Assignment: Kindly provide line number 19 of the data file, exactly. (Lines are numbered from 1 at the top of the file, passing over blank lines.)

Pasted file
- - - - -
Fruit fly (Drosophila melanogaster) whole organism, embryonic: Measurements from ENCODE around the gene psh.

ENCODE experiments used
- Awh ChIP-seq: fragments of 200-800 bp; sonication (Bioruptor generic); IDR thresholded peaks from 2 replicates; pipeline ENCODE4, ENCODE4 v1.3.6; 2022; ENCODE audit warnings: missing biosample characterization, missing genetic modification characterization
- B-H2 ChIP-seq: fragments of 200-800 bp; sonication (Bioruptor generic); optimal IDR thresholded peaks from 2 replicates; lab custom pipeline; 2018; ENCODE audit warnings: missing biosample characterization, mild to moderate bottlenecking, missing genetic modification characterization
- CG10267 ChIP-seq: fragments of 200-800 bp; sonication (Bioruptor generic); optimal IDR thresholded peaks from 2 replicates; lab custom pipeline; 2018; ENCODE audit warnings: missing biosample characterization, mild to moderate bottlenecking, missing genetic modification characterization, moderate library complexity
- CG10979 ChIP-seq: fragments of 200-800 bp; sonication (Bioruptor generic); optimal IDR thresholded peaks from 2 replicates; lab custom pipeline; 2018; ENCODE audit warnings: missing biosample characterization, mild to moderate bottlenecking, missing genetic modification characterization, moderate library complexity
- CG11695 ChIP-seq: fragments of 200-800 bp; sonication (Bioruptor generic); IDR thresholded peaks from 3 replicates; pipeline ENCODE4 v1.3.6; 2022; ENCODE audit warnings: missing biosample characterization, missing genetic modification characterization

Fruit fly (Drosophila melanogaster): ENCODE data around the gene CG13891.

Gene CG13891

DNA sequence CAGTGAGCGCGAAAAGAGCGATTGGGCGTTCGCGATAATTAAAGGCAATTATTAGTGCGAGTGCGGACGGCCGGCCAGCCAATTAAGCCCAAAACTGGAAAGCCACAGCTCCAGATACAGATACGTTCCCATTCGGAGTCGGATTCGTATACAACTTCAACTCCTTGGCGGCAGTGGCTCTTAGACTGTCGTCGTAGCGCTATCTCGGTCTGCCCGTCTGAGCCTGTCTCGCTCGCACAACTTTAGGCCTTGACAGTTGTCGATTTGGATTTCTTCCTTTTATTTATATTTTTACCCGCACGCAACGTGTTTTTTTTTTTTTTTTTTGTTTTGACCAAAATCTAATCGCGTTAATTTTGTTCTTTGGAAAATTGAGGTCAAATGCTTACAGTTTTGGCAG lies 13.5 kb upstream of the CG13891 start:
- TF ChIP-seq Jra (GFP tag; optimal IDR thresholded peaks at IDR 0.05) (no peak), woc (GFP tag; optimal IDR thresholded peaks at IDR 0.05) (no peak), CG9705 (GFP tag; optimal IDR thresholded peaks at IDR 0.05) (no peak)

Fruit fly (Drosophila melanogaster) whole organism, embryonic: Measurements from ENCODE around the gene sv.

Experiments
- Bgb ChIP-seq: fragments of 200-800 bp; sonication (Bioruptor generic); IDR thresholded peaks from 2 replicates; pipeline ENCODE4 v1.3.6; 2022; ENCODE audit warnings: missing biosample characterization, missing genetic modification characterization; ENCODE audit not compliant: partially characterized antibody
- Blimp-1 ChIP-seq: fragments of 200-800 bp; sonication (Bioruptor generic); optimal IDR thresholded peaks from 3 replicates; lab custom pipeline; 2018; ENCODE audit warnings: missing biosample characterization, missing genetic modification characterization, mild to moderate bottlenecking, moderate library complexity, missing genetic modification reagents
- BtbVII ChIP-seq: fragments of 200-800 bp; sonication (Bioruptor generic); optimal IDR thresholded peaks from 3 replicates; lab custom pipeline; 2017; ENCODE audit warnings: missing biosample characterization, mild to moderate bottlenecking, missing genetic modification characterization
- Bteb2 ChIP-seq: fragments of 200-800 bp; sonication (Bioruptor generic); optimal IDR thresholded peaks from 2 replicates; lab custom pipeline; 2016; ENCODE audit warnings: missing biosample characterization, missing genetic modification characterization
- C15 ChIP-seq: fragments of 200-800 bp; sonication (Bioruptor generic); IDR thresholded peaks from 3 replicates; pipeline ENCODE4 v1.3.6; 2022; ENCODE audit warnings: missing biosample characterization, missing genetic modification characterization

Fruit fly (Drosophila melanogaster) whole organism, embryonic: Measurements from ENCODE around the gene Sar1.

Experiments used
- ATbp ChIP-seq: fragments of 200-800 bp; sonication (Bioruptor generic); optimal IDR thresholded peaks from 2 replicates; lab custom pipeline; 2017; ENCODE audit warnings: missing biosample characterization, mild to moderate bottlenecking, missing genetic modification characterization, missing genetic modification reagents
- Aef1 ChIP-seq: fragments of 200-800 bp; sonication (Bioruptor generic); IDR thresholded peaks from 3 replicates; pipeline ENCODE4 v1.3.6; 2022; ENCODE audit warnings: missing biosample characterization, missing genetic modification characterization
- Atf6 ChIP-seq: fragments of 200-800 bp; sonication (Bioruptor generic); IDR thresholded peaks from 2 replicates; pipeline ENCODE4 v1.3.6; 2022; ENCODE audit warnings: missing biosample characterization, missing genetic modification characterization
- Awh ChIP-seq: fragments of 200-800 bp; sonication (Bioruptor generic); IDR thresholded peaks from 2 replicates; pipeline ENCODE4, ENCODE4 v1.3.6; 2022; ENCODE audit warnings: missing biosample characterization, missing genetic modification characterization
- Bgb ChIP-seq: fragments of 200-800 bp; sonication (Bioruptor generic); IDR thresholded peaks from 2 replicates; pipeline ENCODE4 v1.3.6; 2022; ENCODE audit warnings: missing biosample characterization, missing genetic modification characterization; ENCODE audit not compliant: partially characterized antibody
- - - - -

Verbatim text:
Fruit fly (Drosophila melanogaster) whole organism, embryonic: Measurements from ENCODE around the gene Sar1.